Sending out and receiving RSVPs can feel like pulling a rabbit out of a hat sometimes. In most cases, the rabbit comes right out, but in other situations, the rabbit may fight the magic for a while. That’s why it’s super important to decide on how you will be doing RSVPs and stick to that method.
Finally, you will want to end out the RSVPs early enough to allow people to plan, but not too early that they forget. Roughly 4 weeks prior to the event is a good time to send RSVPs. Depending on your guests and event, that duration may alter to fit your needs.
#5. Hire Your Speaker(s)
If your event is a few hours, you may only want one or two speakers. If you plan and schedule a multi-day event, you will need more than a few speakers. It’s best to get in touch with your speakers or their bureau, agency, or manager at least 6 weeks in advance of the event. In fact, the earlier you can find a speaker and get them on the book, the better.
#6. Manage The Event
It’s time for the event, but how will you manage it? Are you the main contact for any vendors, venue, or otherwise? Do you have someone on your team who will be handling any logistical needs? It’s important to have at least one person (sometimes two people) at hand to keep the event running smoothly should anything start to unravel.
You will want to have what’s called a “Run of Show.” This piece to your event is the step-by-ste schedule of the event. You can plan it in increments of 15 minutes or 90 minutes. It all depends on what works best for you. This Run of Show is what will help give you context to whether or not your event is running on time, is a little late, or needs to be adjusted on the fly to meet time restraints.
Keep your event moving forward.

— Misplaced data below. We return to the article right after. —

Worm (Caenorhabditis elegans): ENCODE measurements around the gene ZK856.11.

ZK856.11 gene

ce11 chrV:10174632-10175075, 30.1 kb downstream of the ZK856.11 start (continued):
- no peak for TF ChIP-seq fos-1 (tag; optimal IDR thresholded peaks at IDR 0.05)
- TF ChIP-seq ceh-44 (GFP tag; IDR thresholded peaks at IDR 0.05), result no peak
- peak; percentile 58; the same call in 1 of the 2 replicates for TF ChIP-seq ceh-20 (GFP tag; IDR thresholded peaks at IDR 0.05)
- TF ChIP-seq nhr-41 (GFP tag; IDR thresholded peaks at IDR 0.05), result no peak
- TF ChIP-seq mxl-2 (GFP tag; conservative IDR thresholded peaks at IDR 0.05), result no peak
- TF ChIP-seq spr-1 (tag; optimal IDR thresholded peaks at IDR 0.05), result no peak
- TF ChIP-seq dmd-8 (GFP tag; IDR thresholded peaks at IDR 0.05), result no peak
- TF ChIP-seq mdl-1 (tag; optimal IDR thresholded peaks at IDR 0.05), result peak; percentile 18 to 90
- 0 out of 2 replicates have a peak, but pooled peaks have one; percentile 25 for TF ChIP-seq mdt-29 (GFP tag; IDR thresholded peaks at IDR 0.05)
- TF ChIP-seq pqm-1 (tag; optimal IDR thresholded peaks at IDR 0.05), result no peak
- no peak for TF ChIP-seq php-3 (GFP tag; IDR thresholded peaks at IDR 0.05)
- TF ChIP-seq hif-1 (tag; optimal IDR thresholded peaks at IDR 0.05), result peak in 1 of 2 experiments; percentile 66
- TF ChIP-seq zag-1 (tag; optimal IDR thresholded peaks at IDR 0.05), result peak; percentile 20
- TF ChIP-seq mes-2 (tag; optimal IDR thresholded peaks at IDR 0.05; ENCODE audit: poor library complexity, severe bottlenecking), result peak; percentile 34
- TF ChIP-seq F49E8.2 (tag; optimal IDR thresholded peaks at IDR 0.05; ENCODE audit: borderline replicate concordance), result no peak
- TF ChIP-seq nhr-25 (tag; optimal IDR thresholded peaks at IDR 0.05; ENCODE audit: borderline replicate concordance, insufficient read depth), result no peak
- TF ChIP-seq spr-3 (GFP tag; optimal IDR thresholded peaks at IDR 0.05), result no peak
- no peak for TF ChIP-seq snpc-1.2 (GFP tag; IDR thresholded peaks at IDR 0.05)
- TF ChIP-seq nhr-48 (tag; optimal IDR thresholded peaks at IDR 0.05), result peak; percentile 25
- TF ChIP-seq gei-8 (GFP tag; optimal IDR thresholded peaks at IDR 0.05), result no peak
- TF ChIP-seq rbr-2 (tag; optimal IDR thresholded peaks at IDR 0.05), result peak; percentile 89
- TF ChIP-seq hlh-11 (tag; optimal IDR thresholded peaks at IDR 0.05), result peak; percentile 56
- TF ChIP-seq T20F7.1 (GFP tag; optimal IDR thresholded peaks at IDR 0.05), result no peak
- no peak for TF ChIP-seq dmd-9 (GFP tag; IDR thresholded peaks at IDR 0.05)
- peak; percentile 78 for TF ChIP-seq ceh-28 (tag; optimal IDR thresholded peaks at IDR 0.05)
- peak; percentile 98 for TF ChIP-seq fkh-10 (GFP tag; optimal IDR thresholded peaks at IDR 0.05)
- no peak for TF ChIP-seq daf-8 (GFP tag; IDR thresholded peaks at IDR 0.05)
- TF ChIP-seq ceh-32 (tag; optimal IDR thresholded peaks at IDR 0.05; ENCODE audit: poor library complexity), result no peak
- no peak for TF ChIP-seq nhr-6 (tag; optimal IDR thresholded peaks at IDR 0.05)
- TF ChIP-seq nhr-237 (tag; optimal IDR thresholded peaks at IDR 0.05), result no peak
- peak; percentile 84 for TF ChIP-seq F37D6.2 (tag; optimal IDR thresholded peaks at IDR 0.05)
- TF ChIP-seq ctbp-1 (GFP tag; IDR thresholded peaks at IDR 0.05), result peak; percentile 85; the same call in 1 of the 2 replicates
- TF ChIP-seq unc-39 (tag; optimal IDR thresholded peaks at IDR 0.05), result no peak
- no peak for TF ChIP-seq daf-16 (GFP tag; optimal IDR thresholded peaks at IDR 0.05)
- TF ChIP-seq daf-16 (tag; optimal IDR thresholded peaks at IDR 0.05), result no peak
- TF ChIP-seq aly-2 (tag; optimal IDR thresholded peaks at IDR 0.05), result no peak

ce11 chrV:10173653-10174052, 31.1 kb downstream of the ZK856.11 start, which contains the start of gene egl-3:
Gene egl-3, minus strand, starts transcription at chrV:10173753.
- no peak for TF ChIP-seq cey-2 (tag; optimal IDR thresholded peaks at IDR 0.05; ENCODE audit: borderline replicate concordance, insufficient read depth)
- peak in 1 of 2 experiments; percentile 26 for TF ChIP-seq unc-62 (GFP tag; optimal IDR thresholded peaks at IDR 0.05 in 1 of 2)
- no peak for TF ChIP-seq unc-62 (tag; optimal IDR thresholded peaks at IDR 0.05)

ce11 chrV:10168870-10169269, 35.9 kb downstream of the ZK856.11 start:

#7. Greet Your Guests
It’s the day of the event, and the “doors” are open. How will you greet your guests? Will you be on the front step shaking hands and thanking people for joining you? Or, will you create a welcoming party to start each guest’s night off right before they get into your event?
It’s important that guest feel seen and/or heard when they arrive. It signifies that they are in the correct place, and gives them context on what the night is going to be like. Essentially, set the tone with your greeting party at the door.
#8. Enjoy The Event
Whether you’re managing the event while it runs, or you’ll be in the audience with the rest of the attendees, enjoy the experience. You created this event, planned it, scheduled it, and more Everything you’ve done prior to this event taking place is already in motion, and it will stay in motion until the event ends. So, give yourself some breathing room and go say hello to your colleagues, listen to the speaker you’ve hired, and keep things light and fun.
#9. Follow Up With Guests, Speakers, And Staff
You probably already know that follow through is the key to success, but what you probably didn’t know is that the follow through should be all about the person you’re contacting.
For most they follow up and let the guests, speakers, and staff know about the next event coming up — and that’s it.
What you should do is follow up with each person that you earned contact information from and ask them what they thought, how they felt, and what they would like to see next time. Then, you can follow these questions up with a call-to-actin that says something like, “We will be taking your feedback and making the next event better. By the way, our next event is in 2 months on [INSERT DATE]. We would love it if you could join us.”
When you make the follow up about the person you’re talking to, you will have a greater chance at getting a response and some great feedback.
You’ve probably planned a corporate event before, and if you have, you know that it takes a few more steps than 9 to do it. However, these 9 may give you a way to fine tune your own process, which will make it easier to organize and manage the next time you’re planning and managing an event.
Here are the takeaways from this article:
- Start By Asking Yourself Questions
- Schedule Your Event
- Determine Your Event Location
- Create Your “Guest” List
- Hire Your Speaker(s)
- Manage The Event
- Greet Your Guests
- Enjoy The Event
- Follow Up With Guests, Speakers, And Staff
Are you in need of a speaker for your corporate event? Platinum has a roster of top industry speakers on motivation, inspiration, empowerment, HR, and more. View our roster and let us know if you would like to book a speaker for your event.